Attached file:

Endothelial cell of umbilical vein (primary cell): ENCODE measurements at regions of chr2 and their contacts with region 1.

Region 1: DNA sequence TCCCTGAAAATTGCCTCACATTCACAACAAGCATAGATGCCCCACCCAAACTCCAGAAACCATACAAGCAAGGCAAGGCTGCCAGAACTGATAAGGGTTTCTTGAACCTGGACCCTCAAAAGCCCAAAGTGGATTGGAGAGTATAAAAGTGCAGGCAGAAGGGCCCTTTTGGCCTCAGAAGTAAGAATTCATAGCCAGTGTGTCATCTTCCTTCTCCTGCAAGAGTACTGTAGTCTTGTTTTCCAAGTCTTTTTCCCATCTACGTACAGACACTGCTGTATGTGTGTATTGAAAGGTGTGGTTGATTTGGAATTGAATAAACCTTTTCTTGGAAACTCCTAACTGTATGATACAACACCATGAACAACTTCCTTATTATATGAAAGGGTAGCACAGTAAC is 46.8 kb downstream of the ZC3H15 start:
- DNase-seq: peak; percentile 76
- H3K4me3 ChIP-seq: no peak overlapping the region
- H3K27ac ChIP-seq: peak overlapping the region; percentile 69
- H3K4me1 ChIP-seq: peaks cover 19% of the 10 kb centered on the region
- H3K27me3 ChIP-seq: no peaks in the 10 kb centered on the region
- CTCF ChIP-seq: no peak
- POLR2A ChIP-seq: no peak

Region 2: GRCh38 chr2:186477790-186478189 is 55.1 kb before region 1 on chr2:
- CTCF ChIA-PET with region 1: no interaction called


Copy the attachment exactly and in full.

Endothelial cell of umbilical vein (primary cell): ENCODE measurements at regions of chr2 and their contacts with region 1.

Region 1: DNA sequence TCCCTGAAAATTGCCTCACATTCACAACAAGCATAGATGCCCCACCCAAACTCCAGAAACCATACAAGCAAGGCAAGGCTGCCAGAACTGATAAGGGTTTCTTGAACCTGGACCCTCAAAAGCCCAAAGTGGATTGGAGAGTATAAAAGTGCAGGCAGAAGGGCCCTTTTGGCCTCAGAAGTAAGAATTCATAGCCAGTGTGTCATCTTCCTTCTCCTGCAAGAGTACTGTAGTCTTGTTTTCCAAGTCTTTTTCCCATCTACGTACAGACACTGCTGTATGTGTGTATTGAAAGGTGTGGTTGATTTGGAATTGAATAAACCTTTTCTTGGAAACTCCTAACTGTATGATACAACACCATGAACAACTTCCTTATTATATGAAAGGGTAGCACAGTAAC is 46.8 kb downstream of the ZC3H15 start:
- DNase-seq: peak; percentile 76
- H3K4me3 ChIP-seq: no peak overlapping the region
- H3K27ac ChIP-seq: peak overlapping the region; percentile 69
- H3K4me1 ChIP-seq: peaks cover 19% of the 10 kb centered on the region
- H3K27me3 ChIP-seq: no peaks in the 10 kb centered on the region
- CTCF ChIP-seq: no peak
- POLR2A ChIP-seq: no peak

Region 2: GRCh38 chr2:186477790-186478189 is 55.1 kb before region 1 on chr2:
- CTCF ChIA-PET with region 1: no interaction called